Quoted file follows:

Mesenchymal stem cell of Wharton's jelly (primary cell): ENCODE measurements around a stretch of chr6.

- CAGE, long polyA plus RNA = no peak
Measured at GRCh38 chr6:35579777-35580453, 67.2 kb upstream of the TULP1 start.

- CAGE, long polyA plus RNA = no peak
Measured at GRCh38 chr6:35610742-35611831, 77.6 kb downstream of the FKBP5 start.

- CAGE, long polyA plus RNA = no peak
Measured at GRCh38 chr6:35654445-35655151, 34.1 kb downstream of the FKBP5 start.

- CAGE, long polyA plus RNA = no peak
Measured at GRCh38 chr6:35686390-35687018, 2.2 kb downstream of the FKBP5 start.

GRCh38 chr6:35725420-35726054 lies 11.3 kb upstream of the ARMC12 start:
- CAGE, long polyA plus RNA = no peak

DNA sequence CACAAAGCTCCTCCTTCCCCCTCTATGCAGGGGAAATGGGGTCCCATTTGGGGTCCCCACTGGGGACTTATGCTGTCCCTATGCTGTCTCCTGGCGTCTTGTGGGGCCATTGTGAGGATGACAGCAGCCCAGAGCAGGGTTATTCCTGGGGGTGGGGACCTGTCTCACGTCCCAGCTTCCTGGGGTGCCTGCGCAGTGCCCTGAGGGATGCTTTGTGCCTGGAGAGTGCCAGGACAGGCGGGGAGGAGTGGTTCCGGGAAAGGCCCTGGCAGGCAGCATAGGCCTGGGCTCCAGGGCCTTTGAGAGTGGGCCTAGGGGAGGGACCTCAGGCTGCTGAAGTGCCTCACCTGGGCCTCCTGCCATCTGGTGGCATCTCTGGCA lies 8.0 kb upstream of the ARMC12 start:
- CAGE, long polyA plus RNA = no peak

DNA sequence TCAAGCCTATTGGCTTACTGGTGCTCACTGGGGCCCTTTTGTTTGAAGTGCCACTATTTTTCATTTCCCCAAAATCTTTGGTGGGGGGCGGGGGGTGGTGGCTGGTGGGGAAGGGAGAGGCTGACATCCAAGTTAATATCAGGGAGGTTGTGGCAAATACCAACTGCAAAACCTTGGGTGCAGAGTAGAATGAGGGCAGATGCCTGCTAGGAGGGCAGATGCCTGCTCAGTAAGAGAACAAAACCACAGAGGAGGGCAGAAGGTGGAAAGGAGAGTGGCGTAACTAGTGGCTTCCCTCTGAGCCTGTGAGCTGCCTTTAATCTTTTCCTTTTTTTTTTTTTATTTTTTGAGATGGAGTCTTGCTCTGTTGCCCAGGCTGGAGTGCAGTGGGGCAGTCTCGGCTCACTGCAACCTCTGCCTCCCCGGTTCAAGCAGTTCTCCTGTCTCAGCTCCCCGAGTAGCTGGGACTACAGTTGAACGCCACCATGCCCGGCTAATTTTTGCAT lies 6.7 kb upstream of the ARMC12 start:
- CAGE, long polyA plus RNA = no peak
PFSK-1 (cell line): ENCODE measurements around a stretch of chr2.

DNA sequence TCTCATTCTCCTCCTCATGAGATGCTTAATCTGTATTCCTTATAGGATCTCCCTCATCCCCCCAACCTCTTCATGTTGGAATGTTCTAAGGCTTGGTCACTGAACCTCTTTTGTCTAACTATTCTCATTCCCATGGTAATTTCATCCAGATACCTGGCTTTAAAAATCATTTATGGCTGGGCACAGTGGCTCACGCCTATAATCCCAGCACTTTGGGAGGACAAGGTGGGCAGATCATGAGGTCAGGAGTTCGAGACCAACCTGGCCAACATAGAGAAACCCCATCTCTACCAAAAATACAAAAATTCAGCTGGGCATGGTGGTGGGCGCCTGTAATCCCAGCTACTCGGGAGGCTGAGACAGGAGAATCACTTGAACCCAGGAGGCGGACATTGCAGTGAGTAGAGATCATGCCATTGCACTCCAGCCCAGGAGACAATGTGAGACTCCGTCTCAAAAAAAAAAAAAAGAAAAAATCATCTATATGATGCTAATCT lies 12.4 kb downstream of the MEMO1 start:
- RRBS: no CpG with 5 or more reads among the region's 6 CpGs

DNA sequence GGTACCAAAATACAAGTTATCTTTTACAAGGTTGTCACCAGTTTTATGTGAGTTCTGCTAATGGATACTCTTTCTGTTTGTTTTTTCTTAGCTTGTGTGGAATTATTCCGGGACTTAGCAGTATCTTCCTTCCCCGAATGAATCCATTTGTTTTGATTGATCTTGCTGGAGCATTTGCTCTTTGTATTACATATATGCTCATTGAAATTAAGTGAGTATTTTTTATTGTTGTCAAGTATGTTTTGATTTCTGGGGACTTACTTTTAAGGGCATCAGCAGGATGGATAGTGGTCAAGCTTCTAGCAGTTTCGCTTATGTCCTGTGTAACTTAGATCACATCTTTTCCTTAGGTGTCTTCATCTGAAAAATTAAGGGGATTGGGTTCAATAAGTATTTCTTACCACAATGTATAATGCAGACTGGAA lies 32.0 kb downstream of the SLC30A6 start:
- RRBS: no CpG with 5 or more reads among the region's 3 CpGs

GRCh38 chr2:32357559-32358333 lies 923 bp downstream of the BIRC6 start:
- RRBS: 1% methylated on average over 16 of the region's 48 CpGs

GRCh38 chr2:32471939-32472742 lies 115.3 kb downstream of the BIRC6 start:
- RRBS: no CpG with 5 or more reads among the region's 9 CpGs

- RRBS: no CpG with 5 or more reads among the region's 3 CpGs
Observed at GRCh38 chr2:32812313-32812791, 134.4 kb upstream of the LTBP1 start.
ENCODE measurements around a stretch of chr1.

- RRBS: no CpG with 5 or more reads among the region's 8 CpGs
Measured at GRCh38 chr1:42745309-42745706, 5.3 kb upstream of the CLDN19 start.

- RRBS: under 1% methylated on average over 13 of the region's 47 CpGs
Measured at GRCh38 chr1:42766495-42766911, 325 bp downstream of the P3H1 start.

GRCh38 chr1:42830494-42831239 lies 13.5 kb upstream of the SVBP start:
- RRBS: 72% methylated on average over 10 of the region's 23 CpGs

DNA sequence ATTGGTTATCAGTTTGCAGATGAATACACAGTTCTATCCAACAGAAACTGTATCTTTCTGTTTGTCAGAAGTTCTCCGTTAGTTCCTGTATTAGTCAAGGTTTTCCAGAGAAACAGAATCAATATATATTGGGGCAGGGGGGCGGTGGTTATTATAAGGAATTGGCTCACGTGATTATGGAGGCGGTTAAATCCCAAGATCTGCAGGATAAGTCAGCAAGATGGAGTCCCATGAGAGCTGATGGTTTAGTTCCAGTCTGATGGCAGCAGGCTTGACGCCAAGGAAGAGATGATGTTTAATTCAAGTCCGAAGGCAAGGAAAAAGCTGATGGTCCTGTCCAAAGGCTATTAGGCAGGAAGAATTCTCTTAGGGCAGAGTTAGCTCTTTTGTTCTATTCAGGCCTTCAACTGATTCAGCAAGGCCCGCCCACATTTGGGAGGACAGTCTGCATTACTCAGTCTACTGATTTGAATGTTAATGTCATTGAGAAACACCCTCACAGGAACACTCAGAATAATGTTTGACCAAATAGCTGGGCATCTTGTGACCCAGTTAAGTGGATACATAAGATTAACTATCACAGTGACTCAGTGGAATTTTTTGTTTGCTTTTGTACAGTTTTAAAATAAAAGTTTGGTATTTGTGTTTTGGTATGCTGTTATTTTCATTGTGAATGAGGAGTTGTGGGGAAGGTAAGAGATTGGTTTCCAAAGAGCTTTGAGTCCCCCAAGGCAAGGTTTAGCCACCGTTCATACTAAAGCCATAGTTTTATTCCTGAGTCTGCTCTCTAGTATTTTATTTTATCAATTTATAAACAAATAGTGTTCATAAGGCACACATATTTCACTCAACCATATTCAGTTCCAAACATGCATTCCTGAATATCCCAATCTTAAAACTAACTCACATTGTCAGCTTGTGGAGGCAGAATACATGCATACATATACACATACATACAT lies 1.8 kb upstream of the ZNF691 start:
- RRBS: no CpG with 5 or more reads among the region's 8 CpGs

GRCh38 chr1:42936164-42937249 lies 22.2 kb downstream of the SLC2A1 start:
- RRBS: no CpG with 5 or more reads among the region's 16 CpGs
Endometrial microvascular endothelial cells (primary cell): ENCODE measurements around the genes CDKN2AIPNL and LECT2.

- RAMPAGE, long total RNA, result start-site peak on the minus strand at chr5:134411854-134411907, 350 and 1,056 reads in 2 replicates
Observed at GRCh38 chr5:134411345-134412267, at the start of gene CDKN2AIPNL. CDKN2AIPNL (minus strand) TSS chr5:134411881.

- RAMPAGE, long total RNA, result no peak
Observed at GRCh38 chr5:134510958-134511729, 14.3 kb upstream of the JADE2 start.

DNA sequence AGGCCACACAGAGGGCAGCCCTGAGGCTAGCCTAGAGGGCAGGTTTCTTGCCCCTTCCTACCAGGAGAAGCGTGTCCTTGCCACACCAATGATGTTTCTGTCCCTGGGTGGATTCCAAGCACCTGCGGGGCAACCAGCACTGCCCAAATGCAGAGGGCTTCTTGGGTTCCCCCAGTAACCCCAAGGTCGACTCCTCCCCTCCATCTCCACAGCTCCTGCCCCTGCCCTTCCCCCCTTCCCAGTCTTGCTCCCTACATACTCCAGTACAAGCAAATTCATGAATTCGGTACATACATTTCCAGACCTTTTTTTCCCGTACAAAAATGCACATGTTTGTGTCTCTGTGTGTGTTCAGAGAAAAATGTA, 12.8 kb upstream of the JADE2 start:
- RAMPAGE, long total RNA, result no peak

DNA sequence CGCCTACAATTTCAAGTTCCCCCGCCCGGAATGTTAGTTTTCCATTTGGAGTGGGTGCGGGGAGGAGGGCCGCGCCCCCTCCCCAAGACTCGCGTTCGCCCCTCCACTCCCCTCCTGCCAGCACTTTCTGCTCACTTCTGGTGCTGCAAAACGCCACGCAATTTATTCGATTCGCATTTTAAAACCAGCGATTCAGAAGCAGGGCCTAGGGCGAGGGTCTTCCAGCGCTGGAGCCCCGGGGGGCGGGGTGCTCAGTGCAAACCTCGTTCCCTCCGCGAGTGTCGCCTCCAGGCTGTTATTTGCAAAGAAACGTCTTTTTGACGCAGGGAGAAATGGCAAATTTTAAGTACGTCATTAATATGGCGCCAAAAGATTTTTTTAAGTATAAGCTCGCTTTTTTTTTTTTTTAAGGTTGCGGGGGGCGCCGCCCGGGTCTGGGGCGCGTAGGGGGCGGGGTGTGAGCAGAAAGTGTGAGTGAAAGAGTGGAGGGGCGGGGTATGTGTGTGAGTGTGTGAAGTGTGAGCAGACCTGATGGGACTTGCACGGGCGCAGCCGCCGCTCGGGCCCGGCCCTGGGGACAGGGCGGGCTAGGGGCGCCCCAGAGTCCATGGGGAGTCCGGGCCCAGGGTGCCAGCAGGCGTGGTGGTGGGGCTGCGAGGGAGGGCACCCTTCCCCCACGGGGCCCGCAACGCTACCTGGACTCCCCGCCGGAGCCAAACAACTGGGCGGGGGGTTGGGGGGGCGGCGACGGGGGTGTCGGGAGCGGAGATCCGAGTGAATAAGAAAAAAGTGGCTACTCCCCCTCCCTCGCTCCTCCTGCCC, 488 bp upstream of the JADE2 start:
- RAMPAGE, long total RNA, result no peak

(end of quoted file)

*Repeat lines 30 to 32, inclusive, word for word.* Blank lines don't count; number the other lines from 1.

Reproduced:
- RRBS: under 1% methylated on average over 13 of the region's 47 CpGs
Measured at GRCh38 chr1:42766495-42766911, 325 bp downstream of the P3H1 start.

GRCh38 chr1:42830494-42831239 lies 13.5 kb upstream of the SVBP start: